04 Dec Film Fund-amentals：The Rules of Screenwriting
Screenwriters are the most fortunate people in the film industry. Fortunate， because they have so many other people out there just aching to tell them what to do.
I was recently reminded of that point while reading Danny Rubin’s blog piece How to Write Groundhog Day: 10 Rules for Screenwriters. Since Rubin actually wrote Groundhog Day, he has the advantage of having an honest to goodness major movie under his belt. That is more than some folks handing out advice (keep this in mind when signing up for a screenwriting class).
Rubin’s article has become a must read; and, to be honest, his advice is actually pretty good. The same is true of Colson Whitehead’s article How to Write, printed several years ago in The New York Times. Heck, there are nuggets of wisdom to be found in most of the thousands of articles that turn up in a Google search on the topic. Writers are blessed or what?
The key points to screenwriting (or any form of writing) can be narrowed down to several basic rules. First and foremost is the rule of “Show me, don’t tell me.” A long time ago I had an editor who practically had this slogan tattooed to his forehead. He said this so often that a few of us were tempted to show him our boots in his butt. However, we also knew that he was right.
This is especially important with a screenplay. Film is a visual medium. They say that a picture is worth a thousand words. That may or may not be true, but a clear sense of visual structure can save you at least 900 words.
Interestingly enough, both Rubin and Whitehead have the same Rule 4: Economize. In writing, this means using as few words as possible (the Hemingway model). With a screenplay, this often goes back to the visual aspect. Often the most powerful emotional moments in a movie are based upon facial expressions and visual patterns. Nobody needs extra chatter.
Another piece of advice given on most of these lists is that you should write about what you know. Taken too literally, that could be a problem. If most first-time screenwriters only wrote about what they knew, we would be buried in scripts about the coming-of-age of recent college graduates. Not exactly an exciting prospect. So yes, you have to extend beyond your own area of immediate experience in certain ways if you want to create any kind of story-line that might be interesting.
However, you need to find an emotional connection to anything you write. It has to mean something to you (and not just a paycheck, though a paycheck is always nice). Personally, I think the emotional commitment is the key to this issue. A lot of the rest can be handled through extensive research. And yes, you’d better learn how to research.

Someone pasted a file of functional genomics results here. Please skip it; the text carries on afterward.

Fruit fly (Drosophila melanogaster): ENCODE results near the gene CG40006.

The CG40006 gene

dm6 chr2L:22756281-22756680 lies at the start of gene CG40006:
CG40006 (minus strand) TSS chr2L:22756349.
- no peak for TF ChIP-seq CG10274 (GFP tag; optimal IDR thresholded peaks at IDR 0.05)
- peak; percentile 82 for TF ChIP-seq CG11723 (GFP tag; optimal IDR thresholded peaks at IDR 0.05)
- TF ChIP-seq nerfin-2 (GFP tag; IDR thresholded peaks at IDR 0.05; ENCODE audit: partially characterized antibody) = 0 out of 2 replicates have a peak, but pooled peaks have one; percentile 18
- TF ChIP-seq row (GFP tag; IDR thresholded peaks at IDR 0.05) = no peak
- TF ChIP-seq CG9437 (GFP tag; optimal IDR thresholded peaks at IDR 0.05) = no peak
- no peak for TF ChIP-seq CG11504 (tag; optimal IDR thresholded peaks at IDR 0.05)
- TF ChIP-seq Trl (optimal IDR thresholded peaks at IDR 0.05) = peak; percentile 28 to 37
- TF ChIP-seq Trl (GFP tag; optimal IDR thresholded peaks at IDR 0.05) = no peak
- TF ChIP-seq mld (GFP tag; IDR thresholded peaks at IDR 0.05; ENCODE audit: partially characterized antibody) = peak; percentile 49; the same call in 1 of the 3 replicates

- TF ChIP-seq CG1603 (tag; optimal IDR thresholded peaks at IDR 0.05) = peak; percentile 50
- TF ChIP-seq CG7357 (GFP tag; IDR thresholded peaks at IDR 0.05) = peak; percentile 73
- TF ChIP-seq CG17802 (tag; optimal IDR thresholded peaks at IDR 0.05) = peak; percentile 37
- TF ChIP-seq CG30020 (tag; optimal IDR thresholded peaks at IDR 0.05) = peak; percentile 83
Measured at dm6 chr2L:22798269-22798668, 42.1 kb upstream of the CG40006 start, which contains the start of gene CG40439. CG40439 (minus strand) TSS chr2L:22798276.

Rubin’s Rule 5 is, know your structure. With any form of writing, the structure is the first step in doing the job. This is perhaps even more critical when writing a screenplay. A screenplay is essentially a blueprint to the movie. A screenplay is not, in itself, a finished project. It is an initial step in a larger process. It will be altered and rewritten numerous times (see Rubin’s first rule) as the project takes shape through the pre-production process. The script will start with a structure, and then be restructured as the process goes along. A good script is a good guide but not the final word.
Film being such a convoluted process, there is a strong emphasis on structure from the very beginning. So outline it, if need be. Play with it. I have heard of some writers who draw visual graphics for their structure. I have never seen these visuals and have no idea how well that works, but sometimes you do whatever it takes.
I am often surprised that one item is often overlooked on these lists: Dialogue. Writing solid, convincing dialogue is not easy. In fact, most first time writers suck at it. They end up writing something that sounds like monologues being carried on at the same time by two different characters. There is little if any resemblance to real conversation between real people actually talking to each other.
So you need to listen to people. A wide range of people. Everybody from cab drivers to business executives and everyone in-between. Study the differences. Note the nuances. Then when you are writing dialogue, read it out loud. Get somebody to read with you. Once you hear it, it should quickly register if it is working or not. If it doesn’t sound right, rewrite it.
So get to work. Read all the rules you can find. Find what works best for you. But also remember Rule 11 on Whitehead’s list: There are no rules.
That is the tricky thing about writing. There are many ways to do it and you simply have to discover what works best for you.